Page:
Review: ‘The Celts in Seville 2014’ by Tony Roper


It was the surprise that surprised me most.  I thought I knew what I would be getting when heading to the Pavilion Theatre to see Tony Roper’s 2014 version of his play about Celtic and Seville in 2003: a fairly standard re-treading of stories about the fans who made it to Andalucía for the final with a few Celtic songs and scarves thrown in for good measure. Turns out I couldn’t have been further off the mark if I’d been wearing Filip Sebo’s boots. 

Somehow, this show manages to capture a lot of the excitement, joy and sorrow that made up that unforgettable sequence of games that took us from Suduva to Seville with stop offs along the way in Blackburn, Vigo, Stuttgart, Liverpool and Porto (for the semi-final v Boavista).  It achieves this with a story that has been expertly crafted by the writer of one of the most popular Scottish stage plays of recent times, The Steamie, and which shares that play’s rich seam of working-class Glasgow humour throughout.  It is of course a help that the writer/director is a dedicated Celtic fan himself. 

Tony Roper was originally driven to write the play as a celebration of the support and the unique nature of the event which drew tens of thousands of Tims from across the globe to the southern Spanish city.  He wisely chose not to focus the play on Seville itself though – only a few minutes of stage time is taken up there – but instead tracked the march with O’Neill through the rounds as the realisation slowly dawned that Celtic might just make it to their first European final in over three decades. 


ImageWriter and director Tony Roper keeping his colours under wraps


The songs are plentiful and they’re not simply manufactured for this production either.  Many of the popular fan chants and songs from 2002-3 are recalled here although the best moment is probably a rendition by Ginty (the mother, wife and daughter of the three main protagonists) of a song which popularised a glorious Jimmy McGrory hat-trick from the 1920s, which she learnt at her father’s knee.  Within the cast there are three tricoloured troubadours who make frequent appearances at various junctures with guitar, banjo and bodhran to get the audience clapping and singing along.  (Although opening night was a Wednesday the audience then really didn’t need much encouragement to join in). 

The naysayers may of course proclaim that there’s little point in watching a play about something that ultimately ends up in defeat for Celtic – but they’ve missed the obvious point.  It’s not about the team, it’s about the fans.  And it’s not about the final, it’s about the journey to the final.  What the play brought back was a lot of great memories about some fantastic performances and nights at Celtic Park and beyond.   There is footage shown from almost all of the games along the way and it was these scenes that transported me back over a decade to a very different Celtic team and time – Momo Sylla’s tremendous strike against Basel, the clinical despatch of Blackburn on their own patch, the goals scored and then conceded at an alarming rate in the Gottlieb Daimler Stadion, the unexpectedly glorious performance at Anfield, the missed penalty against Boavista in the semi-final first leg, the tension of the away leg.  And, of course, the King of Kings at every turn whose presence throughout receives the warmest of welcomes.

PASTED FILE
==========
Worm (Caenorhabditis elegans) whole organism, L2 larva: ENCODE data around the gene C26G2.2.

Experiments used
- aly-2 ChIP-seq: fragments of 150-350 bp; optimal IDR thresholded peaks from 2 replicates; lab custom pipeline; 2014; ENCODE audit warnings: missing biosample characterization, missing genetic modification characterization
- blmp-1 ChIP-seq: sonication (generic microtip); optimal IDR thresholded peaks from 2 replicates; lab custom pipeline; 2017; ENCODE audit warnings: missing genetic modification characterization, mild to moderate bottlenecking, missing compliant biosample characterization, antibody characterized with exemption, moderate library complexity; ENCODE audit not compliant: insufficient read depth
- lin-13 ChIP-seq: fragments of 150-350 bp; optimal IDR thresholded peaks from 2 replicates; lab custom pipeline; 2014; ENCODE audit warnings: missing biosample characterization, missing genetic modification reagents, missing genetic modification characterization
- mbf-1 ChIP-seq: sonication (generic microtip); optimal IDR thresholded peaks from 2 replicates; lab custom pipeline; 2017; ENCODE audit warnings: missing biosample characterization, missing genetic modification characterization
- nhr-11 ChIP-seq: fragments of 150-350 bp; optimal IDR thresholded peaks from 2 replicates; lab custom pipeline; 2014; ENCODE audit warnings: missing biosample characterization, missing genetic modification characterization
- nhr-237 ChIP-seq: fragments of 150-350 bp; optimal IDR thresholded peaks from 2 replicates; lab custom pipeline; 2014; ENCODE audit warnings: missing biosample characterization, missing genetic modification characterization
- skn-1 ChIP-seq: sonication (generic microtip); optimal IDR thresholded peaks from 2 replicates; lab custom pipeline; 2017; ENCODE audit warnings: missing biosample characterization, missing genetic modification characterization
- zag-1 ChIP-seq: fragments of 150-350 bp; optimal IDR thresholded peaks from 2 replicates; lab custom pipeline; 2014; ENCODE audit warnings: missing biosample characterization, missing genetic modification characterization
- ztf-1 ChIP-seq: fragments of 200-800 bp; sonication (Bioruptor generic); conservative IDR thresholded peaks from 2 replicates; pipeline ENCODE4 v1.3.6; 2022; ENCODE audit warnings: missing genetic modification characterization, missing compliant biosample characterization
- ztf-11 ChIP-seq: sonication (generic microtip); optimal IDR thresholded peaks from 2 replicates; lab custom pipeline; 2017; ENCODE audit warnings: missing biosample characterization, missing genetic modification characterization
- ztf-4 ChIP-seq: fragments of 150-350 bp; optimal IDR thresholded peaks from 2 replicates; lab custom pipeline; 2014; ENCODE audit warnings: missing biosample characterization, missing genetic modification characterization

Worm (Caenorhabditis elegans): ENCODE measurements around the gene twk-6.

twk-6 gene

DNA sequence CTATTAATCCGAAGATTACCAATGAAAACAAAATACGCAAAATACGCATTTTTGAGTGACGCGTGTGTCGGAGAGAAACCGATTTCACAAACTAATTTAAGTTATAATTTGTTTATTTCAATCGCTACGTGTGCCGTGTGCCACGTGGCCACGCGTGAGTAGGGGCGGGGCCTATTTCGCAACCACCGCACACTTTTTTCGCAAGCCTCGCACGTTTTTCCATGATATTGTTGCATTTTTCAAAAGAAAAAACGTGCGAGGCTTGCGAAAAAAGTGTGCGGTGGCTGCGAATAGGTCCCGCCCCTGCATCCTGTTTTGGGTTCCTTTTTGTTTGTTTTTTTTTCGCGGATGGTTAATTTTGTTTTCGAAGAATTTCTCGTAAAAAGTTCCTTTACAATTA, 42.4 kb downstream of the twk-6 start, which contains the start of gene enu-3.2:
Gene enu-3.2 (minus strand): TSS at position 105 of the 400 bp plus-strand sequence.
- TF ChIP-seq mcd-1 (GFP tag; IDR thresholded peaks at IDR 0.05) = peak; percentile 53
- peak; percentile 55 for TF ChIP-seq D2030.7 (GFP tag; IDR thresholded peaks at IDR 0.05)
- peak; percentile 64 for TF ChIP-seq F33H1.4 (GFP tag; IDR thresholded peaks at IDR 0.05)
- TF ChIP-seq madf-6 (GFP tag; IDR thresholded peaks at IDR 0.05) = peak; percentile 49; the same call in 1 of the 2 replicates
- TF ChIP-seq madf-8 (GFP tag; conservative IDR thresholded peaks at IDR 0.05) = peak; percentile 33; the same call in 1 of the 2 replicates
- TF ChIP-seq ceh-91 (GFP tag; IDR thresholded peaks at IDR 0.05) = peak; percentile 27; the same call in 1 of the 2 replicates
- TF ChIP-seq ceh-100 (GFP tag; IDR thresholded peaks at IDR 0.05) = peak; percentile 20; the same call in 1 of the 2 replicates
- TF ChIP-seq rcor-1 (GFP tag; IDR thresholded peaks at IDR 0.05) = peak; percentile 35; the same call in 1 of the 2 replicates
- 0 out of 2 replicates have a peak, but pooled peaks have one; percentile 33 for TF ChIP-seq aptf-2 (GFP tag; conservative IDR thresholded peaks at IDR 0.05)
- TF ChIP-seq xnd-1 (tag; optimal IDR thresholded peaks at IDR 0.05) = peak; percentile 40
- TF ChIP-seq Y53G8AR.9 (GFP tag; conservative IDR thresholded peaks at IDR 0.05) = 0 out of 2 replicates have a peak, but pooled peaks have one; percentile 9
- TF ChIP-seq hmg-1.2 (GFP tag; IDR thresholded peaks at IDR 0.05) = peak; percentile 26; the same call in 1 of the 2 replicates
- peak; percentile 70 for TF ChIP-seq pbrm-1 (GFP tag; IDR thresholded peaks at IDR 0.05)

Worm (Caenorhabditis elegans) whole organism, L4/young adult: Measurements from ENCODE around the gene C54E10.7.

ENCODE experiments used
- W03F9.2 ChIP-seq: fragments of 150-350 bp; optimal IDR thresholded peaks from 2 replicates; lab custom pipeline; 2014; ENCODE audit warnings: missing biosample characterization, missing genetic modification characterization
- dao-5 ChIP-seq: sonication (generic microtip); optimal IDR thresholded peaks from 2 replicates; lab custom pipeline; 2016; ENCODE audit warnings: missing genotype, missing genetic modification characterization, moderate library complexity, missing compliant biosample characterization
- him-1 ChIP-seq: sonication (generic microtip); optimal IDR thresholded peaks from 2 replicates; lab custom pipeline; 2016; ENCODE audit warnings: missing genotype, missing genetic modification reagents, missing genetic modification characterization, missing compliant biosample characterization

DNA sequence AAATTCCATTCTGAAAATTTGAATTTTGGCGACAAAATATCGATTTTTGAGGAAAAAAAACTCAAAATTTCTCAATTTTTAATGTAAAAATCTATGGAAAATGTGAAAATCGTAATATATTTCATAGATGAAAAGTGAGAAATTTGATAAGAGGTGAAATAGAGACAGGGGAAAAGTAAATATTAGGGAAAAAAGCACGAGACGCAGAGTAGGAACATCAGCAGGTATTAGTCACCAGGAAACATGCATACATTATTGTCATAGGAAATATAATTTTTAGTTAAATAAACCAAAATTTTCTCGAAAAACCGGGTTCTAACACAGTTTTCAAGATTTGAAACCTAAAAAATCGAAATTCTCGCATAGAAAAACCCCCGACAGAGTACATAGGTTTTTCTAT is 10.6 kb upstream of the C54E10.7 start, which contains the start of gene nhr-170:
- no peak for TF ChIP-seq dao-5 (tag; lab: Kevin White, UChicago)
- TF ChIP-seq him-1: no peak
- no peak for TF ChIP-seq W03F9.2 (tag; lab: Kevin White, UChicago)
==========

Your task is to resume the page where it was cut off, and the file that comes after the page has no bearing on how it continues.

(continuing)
It is the characters of the extended McMahon family that take us on this familiar journey.  There’s armchair fan, Grandad Eddie, who conducts a running battle by phone with his neighbour and pal, Roddy the Proddy, with most blows being struck in the aftermath of either team losing valuable points in the title race.  There’s Ginty and Mick, the mother and father of Michael, whose impending nuptials with Anne-Marie provide a love story (of sorts!) running through the production.  There’s Michael’s best man and fellow supporter Kevin, bar man extraordinaire, who can only parry rather than keep secrets – much in the style of Rab Douglas.  And then there’s the familiar face of Douglas Sannachan in the pantomime villain role of street vendor for the ‘Daily Deceiver’ – he’s been treading the boards in Scotland for a good few years and featured in Bill Forsyth’s early films including the role as window cleaner in the unforgettable ‘Gregory’s Girl’ with the line: “If I don’t see you though the week, I’ll see you through a windae”.  He certainly seemed to enjoy the reaction from the audience as his vendor gets more and more agitated as Celtic home in on the final spot in Seville, which he tries to downplay unsuccessfully with all the bitterness of a tyro Jack Irvine. 


ImageThe McMahon family celebrate another Celtic goal en route to Seville


The success of the play lies in the attention to detail paid to the nuances of Glaswegian speech and banter, such as the crucial difference between ‘bhoys’ and ‘boys’ – especially when Graeme Souness is using them.  Not all the jokes work, naturally, and some are telegraphed like a Bobo Balde bone-shaker of a tackle which you can see coming from a mile away.  Sometimes the humour strays into Mrs Brown territory which is not to everyone’s taste – but it is the Pavilion after all.  The quality of the music, generally good, should improve as the run progresses also.  Yet, the production as a whole achieves its aim of re-telling the story of one of the most exciting and unforgettable times as a Celtic supporter in the modern era.  

All in all, a truly memorable Celtic night out with an engaging story and performances, some wonderful memories rekindled, lots of laughs, great songs old and new – and an atmosphere that has been sadly lacking at times at Celtic Park this season. 


The Shamrock rating: 7/10 


Review by The Obliterator


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